The month of December usually brings highly popular holiday programming from performing arts organizations across the country. From the Boston Symphony Orchestra’s long-standing Holiday Pops Series to Holiday Brass performances at the New York Philharmonic and Chicago Symphony Orchestra, these performances often attract audiences young and old to concert halls across the country. With the traditional model of holiday performances not feasible due to the COVID-19 pandemic, a number of orchestras, including the New York Philharmonic and Boston Symphony Orchestra have reimagined their holiday programming for the virtual performance space.
On Friday, December 18th, the New York Philharmonic released a virtual version of their annual Holiday Brass program, with this year’s virtual iteration marking the 25th anniversary of the program. The 38-minute program, featuring the brass section of the Philharmonic under the direction of former principal trumpet, Philip Smith, was recorded in an outdoor amphitheater on the campus of Montclair State University. The performance was posted on both Facebook and YouTube, with free viewing for the public. Since going live on Friday, the performance has been shared over 1200 times and been viewed more than the 140,000 times—the equivalent of over 51 sell-out performances at David Geffen Hall. In tandem with the release, members of the NY Philharmonic Brass Quintet also performed live on the TODAY show, the first live performance on the show since March 2020. In total the project included 19 performing artists and over 20 support and production staff.
The Boston Symphony Orchestra’s traditional Holiday Pops Season features over 40 live-performances in the orchestra’s famed Symphony Hall. For the 2020 season, the orchestra created the entirely virtual Boston Pops 2020 Holiday Celebration. The program is available for $30 through the organizations new BSO NOW virtual platform. The purchase grants viewers access to the program from December 10 – January 9 at a fraction of the price of what a typical family trip to the Symphony might cost. The program includes interactive and immersive elements including social media challenges, an interactive program with games, the option to purchase gift packages to accompany streaming the event, and at-home guidance for creating a virtual Holiday Pops experience. The move to the virtual setting also opened up new content and production possibilities, with a portion of the program being recorded in the historic Fenway Park.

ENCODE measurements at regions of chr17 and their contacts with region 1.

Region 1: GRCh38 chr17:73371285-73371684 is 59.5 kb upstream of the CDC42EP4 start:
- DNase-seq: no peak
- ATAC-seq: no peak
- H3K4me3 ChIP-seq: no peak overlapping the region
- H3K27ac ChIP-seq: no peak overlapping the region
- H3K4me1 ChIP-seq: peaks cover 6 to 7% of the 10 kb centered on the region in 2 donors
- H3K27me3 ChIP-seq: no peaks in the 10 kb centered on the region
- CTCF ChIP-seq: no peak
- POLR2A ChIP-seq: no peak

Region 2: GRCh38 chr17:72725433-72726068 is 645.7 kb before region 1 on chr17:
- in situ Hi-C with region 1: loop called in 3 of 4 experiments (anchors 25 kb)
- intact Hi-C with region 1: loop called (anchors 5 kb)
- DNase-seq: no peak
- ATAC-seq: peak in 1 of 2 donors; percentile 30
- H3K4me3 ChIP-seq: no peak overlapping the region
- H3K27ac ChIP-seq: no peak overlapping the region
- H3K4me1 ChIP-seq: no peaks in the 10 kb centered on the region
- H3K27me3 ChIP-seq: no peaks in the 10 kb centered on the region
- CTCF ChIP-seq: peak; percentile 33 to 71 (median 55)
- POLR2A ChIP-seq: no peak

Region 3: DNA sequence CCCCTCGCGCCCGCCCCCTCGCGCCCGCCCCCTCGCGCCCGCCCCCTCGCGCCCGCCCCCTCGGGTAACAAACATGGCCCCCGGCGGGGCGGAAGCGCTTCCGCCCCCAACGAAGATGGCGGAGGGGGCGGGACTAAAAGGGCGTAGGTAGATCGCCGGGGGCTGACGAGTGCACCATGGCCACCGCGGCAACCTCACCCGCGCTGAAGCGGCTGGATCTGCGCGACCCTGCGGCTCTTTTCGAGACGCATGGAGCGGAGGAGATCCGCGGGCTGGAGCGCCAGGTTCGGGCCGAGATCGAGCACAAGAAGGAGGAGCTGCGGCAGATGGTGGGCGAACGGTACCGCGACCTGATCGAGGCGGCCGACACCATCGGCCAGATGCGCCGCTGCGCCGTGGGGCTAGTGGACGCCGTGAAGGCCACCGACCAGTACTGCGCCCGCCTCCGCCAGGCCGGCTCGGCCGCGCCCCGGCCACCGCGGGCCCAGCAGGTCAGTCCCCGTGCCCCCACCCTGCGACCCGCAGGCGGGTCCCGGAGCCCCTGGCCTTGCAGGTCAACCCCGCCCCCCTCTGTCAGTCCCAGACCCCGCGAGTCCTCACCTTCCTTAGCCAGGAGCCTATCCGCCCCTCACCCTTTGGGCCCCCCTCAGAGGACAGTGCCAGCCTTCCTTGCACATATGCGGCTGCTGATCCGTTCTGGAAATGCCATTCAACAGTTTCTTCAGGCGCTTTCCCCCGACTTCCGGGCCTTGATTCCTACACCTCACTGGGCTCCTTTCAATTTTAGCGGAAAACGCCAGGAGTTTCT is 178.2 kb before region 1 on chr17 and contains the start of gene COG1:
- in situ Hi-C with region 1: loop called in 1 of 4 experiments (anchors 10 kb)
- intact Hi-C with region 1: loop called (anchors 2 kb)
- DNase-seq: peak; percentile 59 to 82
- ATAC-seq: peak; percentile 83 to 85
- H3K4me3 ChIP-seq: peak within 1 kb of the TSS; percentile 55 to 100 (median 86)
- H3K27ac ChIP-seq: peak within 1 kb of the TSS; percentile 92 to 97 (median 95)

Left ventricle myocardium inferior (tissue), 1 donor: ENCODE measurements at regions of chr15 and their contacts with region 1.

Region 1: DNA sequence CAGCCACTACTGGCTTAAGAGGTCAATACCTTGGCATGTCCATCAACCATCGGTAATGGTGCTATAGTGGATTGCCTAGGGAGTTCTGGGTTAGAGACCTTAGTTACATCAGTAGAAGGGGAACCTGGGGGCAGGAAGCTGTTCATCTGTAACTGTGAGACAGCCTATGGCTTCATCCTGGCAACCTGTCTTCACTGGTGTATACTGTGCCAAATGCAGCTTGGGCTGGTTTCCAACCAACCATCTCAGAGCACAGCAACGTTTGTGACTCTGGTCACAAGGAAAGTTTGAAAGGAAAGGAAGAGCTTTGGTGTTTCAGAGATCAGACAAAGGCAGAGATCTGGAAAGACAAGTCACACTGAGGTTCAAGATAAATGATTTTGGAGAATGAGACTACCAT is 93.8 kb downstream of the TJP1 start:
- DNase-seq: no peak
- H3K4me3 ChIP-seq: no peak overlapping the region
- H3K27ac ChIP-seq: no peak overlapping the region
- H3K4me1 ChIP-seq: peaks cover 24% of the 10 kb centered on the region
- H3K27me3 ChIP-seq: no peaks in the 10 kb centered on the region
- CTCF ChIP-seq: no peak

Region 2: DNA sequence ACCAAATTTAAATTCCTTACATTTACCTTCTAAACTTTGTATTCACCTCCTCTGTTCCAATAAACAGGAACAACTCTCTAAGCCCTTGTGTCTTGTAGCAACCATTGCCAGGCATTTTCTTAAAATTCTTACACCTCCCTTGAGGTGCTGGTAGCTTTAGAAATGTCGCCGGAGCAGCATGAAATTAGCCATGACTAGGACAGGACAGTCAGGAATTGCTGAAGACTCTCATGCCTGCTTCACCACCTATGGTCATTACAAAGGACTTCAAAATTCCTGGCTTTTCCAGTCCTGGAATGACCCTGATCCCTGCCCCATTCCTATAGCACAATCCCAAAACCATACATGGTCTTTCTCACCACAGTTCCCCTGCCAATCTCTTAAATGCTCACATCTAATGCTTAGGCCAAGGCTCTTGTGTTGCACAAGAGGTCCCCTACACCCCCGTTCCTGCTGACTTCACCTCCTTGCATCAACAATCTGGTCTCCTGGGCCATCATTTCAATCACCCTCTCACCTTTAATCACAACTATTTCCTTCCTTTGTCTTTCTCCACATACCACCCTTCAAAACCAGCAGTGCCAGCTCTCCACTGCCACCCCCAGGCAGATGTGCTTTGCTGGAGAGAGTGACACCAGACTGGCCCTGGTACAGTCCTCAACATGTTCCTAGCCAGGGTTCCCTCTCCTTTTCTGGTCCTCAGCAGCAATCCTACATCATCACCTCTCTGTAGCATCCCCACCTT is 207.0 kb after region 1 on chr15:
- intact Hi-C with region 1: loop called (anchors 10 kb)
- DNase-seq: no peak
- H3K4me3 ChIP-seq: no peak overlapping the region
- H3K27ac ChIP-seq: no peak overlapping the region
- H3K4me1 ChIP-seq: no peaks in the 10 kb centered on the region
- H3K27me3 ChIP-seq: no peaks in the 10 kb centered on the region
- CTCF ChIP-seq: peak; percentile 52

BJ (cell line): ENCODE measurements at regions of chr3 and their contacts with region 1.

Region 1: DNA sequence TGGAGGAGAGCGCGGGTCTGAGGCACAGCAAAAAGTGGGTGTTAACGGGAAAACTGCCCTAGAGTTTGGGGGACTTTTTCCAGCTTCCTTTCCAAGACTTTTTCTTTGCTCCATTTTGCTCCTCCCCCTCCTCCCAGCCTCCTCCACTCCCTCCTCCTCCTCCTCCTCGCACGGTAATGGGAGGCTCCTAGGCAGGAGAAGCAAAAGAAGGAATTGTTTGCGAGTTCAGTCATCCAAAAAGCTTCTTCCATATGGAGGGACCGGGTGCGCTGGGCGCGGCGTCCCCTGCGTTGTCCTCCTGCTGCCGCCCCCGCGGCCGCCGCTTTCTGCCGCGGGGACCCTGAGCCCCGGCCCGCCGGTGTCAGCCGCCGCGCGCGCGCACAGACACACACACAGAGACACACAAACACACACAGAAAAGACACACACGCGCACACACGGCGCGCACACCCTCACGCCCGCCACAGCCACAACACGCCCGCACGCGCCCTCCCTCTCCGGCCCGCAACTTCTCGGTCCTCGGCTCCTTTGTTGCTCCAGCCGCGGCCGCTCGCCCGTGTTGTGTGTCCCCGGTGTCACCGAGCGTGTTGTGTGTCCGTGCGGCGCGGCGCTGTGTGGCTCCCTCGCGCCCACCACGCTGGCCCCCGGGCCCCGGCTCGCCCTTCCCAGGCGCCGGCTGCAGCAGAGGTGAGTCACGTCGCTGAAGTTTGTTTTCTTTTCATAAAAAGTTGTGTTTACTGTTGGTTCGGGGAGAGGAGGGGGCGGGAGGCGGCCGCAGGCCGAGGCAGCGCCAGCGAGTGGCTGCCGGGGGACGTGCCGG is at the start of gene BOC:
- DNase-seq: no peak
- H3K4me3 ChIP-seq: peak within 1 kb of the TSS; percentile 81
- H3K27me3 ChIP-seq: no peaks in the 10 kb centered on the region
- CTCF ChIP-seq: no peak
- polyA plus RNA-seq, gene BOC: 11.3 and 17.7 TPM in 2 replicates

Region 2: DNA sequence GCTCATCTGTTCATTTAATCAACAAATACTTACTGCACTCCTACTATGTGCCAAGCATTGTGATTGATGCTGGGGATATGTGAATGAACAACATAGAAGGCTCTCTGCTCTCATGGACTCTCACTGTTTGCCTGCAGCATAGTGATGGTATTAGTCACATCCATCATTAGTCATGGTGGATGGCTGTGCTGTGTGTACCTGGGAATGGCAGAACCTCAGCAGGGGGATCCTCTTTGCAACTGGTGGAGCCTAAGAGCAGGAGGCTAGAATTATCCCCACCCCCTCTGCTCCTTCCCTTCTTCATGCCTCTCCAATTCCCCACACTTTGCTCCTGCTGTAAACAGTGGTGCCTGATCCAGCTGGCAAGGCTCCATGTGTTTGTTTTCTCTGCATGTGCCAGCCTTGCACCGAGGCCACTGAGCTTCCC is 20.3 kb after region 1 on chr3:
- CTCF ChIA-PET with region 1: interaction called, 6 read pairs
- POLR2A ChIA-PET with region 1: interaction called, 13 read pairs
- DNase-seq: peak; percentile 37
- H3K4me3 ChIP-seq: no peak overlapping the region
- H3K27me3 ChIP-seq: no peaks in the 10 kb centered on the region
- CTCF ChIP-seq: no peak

The initiatives at the Boston Symphony Orchestra and New York Philharmonic represent drastic shifts in traditional performance models and financial structures for these organizations. The free or reduced pricing, while most-likely putting significant stress on each organizations’ bottom lines, increases access to content for community members. The digital productions, while still featuring in-person collaborative music making, enable the organizations to reach broader audiences. The impact of these new programming initiatives can be seen both externally and internally. While the complexities and limited short-term financial return of producing virtual content might place significant pressure on the organizations, the potential to develop new audiences while at the same time employing hundreds of artists and staff is significant. As the arts eagerly await the return to live-performances, the current slate of virtual holiday programs provides a point of reflection for how our arts ecosystem might change once the concert hall doors reopen.
Watch the New York Philharmonic’s Holiday Brass program: https://youtu.be/CLrjmONruSQ
Learn about the Boston Pops 2020 Holiday Celebration: https://www.bso.org/brands/pops/features/2020-holiday-pops.aspx